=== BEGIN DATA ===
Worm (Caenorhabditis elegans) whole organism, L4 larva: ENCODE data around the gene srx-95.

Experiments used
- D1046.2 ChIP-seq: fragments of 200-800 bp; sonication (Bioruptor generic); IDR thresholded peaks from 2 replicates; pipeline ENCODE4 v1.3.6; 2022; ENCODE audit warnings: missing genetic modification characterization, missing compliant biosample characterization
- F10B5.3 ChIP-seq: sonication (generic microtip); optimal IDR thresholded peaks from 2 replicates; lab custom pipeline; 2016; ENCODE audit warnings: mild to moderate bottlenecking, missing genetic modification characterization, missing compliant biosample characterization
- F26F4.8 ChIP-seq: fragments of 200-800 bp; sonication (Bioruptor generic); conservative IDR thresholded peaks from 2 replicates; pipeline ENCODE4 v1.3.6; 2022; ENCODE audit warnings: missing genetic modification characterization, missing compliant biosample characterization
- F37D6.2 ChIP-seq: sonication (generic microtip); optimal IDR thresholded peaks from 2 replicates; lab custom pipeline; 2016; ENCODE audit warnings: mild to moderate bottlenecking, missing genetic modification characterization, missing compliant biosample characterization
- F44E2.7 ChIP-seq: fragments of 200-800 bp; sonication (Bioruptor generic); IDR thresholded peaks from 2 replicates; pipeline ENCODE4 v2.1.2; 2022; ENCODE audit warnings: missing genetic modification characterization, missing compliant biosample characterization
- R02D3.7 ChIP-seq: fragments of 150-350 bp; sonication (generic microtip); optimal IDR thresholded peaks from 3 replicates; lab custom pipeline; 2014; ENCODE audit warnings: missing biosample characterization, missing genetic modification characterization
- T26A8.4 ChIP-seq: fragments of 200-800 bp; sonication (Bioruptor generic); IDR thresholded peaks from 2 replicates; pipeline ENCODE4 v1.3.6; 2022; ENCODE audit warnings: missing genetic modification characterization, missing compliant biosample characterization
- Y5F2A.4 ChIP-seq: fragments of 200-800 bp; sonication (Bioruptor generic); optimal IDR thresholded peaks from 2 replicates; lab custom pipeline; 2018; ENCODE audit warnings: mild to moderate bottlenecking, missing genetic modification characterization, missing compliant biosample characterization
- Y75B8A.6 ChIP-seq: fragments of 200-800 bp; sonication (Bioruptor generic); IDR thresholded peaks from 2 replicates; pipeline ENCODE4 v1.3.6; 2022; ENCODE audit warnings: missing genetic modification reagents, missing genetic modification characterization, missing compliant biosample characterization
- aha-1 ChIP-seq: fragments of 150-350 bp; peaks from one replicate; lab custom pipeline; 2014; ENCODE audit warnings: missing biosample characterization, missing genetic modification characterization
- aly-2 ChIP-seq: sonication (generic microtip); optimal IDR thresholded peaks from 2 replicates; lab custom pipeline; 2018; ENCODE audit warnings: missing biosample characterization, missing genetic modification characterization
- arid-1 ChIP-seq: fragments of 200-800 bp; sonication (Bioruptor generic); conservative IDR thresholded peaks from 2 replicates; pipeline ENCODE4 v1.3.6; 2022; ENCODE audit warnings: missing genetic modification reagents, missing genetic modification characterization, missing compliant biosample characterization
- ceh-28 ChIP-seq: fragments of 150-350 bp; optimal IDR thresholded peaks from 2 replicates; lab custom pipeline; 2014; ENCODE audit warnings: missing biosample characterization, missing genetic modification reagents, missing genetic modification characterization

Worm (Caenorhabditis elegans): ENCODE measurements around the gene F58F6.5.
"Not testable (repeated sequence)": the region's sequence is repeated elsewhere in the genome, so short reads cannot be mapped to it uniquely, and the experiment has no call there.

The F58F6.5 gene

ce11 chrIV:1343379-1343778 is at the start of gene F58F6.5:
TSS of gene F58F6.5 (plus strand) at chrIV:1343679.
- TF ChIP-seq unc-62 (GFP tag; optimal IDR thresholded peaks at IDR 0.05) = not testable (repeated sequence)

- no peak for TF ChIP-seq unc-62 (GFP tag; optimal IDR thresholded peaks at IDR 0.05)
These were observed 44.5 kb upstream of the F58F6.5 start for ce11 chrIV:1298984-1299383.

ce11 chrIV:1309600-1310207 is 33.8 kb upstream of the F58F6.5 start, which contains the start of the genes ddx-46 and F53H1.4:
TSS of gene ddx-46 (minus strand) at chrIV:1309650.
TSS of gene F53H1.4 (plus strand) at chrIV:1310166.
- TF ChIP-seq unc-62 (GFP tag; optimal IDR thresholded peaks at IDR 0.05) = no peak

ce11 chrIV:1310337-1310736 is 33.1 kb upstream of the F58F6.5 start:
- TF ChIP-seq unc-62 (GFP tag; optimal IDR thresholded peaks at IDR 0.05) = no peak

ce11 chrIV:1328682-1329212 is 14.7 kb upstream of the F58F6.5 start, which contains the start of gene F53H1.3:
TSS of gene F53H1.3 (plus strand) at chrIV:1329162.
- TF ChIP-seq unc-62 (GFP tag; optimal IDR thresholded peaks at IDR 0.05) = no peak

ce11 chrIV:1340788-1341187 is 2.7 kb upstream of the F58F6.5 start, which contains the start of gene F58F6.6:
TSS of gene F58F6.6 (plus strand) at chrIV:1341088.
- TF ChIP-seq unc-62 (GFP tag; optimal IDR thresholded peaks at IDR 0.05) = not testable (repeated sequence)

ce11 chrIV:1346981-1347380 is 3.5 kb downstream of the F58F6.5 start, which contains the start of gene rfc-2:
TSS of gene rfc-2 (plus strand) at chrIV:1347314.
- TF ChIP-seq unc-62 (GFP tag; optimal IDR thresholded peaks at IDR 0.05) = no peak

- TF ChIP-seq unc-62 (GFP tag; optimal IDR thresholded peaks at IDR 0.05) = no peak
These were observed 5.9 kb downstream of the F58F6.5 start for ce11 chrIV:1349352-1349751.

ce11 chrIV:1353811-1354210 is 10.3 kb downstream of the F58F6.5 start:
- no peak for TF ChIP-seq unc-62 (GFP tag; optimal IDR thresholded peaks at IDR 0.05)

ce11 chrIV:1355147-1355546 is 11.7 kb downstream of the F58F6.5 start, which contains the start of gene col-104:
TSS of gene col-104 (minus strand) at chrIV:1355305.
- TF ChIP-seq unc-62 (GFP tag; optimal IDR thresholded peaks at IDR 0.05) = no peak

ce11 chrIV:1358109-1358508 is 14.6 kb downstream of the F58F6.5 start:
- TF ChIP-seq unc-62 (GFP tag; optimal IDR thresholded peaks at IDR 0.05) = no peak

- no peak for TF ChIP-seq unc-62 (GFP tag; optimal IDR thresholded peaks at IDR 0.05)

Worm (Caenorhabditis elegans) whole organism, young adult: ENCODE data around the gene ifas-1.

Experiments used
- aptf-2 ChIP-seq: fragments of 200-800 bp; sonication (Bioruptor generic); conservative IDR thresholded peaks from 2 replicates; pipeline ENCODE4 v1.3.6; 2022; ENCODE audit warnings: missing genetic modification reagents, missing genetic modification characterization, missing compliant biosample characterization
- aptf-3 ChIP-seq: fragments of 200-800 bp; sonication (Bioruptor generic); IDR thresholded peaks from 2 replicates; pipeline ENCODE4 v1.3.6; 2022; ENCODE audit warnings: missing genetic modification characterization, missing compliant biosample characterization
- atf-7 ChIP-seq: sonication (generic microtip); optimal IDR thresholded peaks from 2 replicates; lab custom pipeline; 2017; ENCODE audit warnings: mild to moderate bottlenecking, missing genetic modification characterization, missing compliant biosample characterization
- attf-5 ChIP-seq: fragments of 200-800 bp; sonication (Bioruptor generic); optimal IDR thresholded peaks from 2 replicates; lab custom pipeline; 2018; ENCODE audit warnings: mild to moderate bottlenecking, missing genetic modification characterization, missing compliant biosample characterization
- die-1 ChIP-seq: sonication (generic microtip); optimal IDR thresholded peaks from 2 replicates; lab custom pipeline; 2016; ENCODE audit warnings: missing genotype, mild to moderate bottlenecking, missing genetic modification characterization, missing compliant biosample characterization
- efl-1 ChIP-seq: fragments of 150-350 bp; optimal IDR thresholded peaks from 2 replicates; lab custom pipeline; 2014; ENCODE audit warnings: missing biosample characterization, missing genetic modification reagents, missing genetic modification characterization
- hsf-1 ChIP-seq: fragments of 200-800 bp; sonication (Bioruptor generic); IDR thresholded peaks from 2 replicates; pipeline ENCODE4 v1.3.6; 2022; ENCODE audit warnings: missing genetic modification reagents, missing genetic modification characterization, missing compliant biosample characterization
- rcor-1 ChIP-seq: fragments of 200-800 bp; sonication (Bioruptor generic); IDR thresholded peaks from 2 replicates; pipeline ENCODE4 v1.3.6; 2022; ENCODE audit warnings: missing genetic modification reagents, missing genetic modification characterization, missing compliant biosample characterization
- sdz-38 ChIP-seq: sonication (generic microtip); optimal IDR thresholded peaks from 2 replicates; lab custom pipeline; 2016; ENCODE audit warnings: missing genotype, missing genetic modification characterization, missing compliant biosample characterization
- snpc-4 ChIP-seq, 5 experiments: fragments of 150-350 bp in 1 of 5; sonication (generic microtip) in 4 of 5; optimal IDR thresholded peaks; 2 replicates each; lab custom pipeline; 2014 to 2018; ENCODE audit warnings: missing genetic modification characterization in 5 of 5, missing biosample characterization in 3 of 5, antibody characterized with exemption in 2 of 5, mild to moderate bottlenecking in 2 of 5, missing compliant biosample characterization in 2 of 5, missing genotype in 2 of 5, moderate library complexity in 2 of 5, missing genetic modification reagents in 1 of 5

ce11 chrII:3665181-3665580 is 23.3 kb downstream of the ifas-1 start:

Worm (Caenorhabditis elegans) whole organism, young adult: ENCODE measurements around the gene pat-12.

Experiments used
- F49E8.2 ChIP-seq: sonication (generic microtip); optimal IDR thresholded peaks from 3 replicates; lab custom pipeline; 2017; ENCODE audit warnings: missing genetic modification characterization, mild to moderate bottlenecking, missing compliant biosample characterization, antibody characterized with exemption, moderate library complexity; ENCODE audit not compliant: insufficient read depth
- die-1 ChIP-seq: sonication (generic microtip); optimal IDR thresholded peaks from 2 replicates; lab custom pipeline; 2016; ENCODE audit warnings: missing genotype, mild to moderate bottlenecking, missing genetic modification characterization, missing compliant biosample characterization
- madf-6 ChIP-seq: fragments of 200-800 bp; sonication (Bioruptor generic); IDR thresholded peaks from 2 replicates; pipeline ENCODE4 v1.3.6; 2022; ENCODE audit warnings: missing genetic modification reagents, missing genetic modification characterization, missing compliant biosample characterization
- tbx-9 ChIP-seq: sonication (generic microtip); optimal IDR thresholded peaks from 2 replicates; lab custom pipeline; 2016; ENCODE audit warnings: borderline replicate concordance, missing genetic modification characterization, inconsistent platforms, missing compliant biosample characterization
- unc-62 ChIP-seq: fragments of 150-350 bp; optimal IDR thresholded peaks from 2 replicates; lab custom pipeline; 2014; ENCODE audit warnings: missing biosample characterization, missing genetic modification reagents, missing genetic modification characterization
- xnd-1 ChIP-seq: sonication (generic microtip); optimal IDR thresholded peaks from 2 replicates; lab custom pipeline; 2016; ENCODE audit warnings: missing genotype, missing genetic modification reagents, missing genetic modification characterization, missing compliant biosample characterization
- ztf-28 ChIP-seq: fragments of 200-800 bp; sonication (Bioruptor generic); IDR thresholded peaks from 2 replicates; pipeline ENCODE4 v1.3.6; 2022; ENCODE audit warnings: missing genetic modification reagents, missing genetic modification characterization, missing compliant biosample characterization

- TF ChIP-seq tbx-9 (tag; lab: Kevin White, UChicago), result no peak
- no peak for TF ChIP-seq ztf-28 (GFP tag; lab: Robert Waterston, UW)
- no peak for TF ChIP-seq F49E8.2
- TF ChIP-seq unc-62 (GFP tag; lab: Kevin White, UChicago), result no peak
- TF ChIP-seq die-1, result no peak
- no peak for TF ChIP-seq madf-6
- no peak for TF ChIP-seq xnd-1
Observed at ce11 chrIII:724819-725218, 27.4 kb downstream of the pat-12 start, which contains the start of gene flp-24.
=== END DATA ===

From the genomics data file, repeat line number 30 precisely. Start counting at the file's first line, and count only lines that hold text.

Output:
ce11 chrIV:1328682-1329212 is 14.7 kb upstream of the F58F6.5 start, which contains the start of gene F53H1.3: